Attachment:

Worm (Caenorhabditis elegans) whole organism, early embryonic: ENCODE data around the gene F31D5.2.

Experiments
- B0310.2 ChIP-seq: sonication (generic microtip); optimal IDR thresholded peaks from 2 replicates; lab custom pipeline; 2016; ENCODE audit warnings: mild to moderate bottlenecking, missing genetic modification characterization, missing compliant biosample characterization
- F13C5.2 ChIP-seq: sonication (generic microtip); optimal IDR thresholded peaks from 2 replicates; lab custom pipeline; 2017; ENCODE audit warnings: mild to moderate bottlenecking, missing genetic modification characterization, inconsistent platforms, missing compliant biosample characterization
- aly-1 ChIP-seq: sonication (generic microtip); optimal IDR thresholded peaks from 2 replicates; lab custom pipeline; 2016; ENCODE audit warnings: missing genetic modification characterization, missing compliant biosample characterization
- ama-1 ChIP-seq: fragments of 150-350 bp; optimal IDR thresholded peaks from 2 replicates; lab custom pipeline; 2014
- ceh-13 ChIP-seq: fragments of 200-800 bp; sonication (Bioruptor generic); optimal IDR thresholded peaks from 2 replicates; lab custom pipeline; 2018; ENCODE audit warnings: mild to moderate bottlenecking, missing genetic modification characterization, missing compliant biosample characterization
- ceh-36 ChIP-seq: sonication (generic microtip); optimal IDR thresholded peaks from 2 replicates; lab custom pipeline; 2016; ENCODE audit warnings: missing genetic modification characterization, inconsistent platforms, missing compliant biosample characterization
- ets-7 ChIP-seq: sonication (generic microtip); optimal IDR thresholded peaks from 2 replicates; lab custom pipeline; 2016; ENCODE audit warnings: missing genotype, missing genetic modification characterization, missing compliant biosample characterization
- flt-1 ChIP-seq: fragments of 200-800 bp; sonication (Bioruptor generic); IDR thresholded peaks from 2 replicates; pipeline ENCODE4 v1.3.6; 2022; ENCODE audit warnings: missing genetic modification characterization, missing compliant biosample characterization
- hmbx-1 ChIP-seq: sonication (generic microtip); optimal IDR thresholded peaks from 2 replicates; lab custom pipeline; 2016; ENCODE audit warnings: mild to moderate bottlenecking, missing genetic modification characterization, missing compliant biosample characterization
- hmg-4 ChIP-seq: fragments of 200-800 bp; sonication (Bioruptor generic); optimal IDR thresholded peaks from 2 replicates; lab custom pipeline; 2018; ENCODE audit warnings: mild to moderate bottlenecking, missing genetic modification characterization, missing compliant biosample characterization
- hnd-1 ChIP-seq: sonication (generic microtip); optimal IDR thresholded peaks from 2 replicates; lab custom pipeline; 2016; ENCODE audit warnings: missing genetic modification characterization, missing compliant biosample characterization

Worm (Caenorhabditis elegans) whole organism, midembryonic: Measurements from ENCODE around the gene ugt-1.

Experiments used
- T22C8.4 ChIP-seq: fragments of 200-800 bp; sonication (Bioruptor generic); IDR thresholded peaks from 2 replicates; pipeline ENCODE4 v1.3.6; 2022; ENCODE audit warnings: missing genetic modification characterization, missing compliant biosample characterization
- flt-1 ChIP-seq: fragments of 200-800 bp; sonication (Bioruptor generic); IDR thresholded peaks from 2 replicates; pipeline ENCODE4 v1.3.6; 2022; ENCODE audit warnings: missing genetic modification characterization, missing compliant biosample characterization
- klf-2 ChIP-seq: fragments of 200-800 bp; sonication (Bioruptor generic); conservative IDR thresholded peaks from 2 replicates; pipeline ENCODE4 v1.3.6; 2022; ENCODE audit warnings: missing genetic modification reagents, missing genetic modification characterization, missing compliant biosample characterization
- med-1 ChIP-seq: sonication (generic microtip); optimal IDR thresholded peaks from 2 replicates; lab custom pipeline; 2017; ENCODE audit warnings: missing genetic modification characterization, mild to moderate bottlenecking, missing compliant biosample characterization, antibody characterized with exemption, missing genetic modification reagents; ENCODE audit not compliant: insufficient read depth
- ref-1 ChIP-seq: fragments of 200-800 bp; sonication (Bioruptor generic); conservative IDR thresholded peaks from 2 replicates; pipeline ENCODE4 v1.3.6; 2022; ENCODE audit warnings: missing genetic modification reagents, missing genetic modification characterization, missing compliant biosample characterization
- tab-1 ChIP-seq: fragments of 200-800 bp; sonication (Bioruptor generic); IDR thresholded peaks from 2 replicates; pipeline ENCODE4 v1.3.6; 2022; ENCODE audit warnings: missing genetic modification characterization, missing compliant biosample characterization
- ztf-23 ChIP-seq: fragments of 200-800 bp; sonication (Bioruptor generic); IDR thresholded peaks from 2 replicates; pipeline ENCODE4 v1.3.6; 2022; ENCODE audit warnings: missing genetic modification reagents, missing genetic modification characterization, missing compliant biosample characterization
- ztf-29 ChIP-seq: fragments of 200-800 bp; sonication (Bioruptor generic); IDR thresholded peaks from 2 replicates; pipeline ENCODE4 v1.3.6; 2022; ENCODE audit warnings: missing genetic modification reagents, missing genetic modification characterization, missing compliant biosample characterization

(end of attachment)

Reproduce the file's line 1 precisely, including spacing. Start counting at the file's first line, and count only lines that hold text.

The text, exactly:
Worm (Caenorhabditis elegans) whole organism, early embryonic: ENCODE data around the gene F31D5.2.